When it comes to lottery policies, Case Western and Carnegie Mellon assign lottery numbers to a group rather than an individual. Bowdoin gives numbers to groups or individuals, assigning points based on class rank, with four different lotteries: chemical free, quads, triples and singles, and doubles.

Creating a Campus Commons

The goal is to construct student-orientated spaces that could be flexible. Public spaces should offer a highly public, congregating space along natural traffic patterns, with either food or computers, or another reason for students to visit the space. There could be a television for watching big events, a place for central display of student artwork, or a multi-purpose room. There should be outdoor spaces with fire-pits and patio chairs to accompany the space.

As stated before, food brings people. The most common complaint of residential campuses is the lack of late night food options, and the boredom of the usual options. One option is Pomona colleges free food from 10:30 to 11:30 p.m., a campus tradition called Snack. Furthermore, Brown University contains three snack bars with different fare at each location.

Technology is the other main social center of activity. Well-located, well-lit computing centers can create a hub of activity and a feeling of energy late on campus, especially if combined with late night food. A coffee house, with plush, comfy chairs, or a pub/bar, where one could play darts, poker, pool with friends, are two significant options. Some campuses hold movie theaters, bowling alleys, a game room, or raw party spaces. Specialty spaces (music practice rooms), student organization space, and study space are other options.

The most significant trend in recent years has been College Towns and Main Streets, focusing pedestrian circulation, assisting people watching, and giving opportunities for informal meetings. One trend is using glass to make indoor activity viewable from the street;

others colleges are positioning coffee houses and other hang out spots around the street, with patio and picnic tables.

The Future of South Campus

Since around 84% of Brandeis students are housed on campus, Brandeis wishes to make the South Campus the focus of development for a new upper class neighborhood. The goals are to house more upper class students in unit configurations that appeal to them, promote social life and student development by increasing opportunities for upper class student involvement.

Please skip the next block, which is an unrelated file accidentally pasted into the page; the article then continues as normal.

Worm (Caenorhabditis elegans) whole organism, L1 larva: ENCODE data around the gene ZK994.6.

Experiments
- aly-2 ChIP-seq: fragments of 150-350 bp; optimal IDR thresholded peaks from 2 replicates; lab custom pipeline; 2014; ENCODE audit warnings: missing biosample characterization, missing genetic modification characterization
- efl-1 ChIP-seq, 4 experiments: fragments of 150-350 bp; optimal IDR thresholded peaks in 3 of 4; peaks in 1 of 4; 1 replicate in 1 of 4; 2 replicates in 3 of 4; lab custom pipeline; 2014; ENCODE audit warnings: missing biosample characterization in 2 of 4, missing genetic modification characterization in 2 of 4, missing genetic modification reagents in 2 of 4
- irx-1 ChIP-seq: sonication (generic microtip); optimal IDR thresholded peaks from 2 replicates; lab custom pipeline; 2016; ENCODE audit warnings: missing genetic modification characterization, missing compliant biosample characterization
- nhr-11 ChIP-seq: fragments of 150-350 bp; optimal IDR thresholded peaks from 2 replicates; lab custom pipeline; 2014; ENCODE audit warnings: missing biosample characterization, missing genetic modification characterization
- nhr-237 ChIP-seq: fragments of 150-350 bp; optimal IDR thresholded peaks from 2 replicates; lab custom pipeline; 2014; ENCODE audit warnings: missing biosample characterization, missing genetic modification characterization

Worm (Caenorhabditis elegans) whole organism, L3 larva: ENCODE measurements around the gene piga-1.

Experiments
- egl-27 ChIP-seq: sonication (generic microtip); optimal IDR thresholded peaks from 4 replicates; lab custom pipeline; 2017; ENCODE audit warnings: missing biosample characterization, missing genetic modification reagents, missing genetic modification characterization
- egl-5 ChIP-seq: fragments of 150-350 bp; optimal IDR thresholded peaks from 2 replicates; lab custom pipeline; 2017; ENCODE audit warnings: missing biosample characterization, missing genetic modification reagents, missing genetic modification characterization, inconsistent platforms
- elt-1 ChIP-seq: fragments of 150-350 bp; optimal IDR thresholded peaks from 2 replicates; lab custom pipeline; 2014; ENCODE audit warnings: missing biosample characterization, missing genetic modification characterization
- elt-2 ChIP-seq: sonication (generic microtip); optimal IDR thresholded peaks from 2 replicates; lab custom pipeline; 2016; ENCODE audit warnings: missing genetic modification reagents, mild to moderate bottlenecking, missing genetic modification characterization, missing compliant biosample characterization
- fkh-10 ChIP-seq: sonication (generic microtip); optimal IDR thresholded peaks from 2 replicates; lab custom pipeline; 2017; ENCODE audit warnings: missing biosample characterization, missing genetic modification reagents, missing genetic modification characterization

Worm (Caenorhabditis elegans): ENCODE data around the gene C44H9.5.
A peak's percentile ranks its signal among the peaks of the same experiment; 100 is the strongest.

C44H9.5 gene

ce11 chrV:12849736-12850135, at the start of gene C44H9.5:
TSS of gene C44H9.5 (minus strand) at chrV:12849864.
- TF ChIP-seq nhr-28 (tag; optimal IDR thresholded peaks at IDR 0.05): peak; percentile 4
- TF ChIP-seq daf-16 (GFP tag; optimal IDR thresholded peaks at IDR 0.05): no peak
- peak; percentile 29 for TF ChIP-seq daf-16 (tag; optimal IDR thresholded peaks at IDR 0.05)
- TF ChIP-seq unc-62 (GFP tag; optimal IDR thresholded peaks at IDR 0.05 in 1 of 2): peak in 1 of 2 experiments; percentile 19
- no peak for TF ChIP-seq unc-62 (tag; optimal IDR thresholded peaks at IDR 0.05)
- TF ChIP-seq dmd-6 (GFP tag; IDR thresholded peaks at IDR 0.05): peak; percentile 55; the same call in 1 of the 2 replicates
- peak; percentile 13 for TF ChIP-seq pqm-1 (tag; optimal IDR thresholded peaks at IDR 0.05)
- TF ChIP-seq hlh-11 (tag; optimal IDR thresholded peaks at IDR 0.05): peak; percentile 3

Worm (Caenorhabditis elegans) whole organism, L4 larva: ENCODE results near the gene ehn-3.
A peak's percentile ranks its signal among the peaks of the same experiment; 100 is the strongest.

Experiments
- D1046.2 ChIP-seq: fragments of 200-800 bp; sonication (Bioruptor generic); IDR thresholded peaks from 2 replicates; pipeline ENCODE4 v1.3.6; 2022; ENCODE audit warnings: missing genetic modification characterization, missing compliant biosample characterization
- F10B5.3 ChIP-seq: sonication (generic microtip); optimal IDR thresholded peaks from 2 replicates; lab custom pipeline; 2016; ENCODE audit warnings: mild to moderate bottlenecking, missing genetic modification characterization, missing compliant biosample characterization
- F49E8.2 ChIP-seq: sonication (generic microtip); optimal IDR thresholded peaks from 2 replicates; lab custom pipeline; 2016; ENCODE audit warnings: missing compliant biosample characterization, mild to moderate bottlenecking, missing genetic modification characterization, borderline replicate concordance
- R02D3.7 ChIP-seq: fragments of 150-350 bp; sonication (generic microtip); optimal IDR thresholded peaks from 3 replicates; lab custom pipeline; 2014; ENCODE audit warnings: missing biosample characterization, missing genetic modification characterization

South campus should be a distinct community, offering a variety of activities and spaces to make it an unique place. It should be conceived of as a village with a town center, with social spots for congregating, visual stimulating architecture and street life, with hours that mirror student life.
Spaces should incorporate a hierarchical fashion, for residency and private space at the top, with open, communal space toward the ground. There should be primary community space on the first floor, with fireplace, comfortable seating and tables for working;

study rooms to accommodate small group study, and smaller conference rooms and lounges on upper residential floors.

Outdoor and indoor space should be pedestrian-friendly, with highly visible entrances in natural pedestrian circulation patterns, with gardens, and lighting to create visual interest in the walk. Outdoor spaces around Ridgewood should be enhanced. Indoor spaces should incorporate unusual or daring design that can serve as a focal point on campus, with a home-like feel. Both natural and artificial light should be incorporated into a design element, with high visibility in the night and in the day.
A student Commons should be the center of community, in a place where students can see and be seen, either as a central public space, or for independent function (like coffeehouse or convenient store), depending on resources. It would include a campus living room, a reading room, email checking stations, a TV lounge, an entertainment center, display space and group meeting rooms.

The University is looking at 300-350 beds to replace the 109 beds in Ridgewood, and accommodate up to 90% of students in on-campus housing. The buildings are to be low-rise and free-standings, forming courtyards and easy connections to outdoors space. The units will be suite style. Some of the first-floor residences will have direct access to courtyard outside. Each suite would have a full kitchen, 4 to 10 persons (with most housing 4 to 6).